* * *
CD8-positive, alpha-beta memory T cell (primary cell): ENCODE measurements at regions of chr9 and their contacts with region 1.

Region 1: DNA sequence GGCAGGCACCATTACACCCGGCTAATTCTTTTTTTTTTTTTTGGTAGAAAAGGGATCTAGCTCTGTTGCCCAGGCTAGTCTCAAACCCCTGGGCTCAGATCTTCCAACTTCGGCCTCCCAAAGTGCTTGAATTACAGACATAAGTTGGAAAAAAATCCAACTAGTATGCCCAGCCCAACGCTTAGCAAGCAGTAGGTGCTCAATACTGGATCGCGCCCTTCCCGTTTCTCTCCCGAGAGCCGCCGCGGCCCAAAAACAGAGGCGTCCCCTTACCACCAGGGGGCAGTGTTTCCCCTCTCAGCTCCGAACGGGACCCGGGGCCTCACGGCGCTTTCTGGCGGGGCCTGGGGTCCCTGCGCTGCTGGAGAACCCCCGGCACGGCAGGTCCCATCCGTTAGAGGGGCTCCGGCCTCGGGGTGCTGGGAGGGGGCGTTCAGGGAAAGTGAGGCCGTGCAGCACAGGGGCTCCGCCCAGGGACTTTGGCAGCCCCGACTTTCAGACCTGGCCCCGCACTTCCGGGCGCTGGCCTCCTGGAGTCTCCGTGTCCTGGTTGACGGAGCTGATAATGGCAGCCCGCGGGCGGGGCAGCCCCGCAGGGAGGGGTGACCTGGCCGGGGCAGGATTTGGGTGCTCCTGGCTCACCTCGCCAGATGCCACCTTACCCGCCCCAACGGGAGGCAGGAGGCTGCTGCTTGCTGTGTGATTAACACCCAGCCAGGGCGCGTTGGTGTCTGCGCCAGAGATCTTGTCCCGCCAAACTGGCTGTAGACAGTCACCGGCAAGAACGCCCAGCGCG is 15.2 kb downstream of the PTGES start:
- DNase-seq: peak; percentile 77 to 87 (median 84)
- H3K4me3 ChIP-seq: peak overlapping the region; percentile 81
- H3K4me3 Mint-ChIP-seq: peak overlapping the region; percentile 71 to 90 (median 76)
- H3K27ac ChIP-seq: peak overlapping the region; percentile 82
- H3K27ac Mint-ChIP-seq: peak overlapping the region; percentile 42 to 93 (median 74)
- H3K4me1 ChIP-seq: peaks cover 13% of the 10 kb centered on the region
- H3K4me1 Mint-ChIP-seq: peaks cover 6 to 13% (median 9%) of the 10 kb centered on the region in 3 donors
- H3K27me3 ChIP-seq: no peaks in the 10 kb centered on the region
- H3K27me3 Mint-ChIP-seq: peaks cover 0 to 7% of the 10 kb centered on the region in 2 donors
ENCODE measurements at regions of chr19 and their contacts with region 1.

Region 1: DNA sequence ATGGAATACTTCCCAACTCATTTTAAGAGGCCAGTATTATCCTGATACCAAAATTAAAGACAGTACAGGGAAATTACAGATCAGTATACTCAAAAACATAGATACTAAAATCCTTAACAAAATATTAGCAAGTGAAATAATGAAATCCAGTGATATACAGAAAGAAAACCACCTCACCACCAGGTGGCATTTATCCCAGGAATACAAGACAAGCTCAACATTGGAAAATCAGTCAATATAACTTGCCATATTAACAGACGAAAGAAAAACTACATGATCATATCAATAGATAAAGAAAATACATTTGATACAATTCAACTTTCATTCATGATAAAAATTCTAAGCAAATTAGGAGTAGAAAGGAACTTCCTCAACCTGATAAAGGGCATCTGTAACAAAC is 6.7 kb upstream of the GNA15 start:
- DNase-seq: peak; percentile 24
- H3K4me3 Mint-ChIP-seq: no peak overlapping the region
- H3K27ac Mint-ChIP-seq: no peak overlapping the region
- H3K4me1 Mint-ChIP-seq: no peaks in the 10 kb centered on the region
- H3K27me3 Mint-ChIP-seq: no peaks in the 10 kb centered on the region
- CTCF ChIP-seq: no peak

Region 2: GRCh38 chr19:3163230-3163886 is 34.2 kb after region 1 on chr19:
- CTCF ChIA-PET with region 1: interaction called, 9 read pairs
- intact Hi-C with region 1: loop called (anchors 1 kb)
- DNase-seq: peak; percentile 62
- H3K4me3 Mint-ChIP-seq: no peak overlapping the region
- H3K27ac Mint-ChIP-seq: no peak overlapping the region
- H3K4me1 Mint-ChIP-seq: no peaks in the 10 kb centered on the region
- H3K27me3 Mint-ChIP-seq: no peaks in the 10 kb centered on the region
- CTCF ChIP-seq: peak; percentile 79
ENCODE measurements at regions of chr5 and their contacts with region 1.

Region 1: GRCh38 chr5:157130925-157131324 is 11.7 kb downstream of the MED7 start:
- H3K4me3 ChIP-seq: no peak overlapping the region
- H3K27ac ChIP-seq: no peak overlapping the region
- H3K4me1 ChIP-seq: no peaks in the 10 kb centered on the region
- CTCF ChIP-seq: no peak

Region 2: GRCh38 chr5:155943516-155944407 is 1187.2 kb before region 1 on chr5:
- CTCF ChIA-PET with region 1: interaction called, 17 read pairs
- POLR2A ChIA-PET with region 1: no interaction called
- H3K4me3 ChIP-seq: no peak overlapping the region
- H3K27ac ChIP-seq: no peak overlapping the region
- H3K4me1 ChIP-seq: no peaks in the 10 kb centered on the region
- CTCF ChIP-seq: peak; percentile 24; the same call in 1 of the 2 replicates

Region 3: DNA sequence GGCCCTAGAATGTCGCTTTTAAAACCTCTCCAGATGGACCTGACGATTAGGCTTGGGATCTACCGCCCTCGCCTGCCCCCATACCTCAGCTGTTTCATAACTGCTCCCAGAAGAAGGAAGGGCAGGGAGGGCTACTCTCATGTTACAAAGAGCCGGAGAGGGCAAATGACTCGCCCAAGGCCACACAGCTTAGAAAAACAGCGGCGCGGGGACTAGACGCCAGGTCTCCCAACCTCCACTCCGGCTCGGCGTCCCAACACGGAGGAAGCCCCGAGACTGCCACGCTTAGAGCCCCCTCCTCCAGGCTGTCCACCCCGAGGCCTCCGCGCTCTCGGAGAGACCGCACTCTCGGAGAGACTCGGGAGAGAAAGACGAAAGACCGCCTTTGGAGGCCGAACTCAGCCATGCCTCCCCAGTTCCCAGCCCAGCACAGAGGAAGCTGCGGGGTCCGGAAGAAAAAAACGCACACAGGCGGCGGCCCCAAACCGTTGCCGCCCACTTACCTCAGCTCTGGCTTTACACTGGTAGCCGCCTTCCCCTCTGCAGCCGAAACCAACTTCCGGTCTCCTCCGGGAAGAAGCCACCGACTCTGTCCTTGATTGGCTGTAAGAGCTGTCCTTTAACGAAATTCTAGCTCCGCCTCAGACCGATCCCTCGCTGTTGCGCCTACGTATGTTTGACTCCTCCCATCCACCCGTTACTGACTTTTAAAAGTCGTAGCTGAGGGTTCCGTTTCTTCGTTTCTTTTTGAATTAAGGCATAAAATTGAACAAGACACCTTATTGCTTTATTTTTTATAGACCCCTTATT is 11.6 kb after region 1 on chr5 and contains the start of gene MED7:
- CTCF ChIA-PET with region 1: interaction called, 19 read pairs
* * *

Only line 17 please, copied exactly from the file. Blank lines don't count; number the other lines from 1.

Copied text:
- H3K4me1 Mint-ChIP-seq: no peaks in the 10 kb centered on the region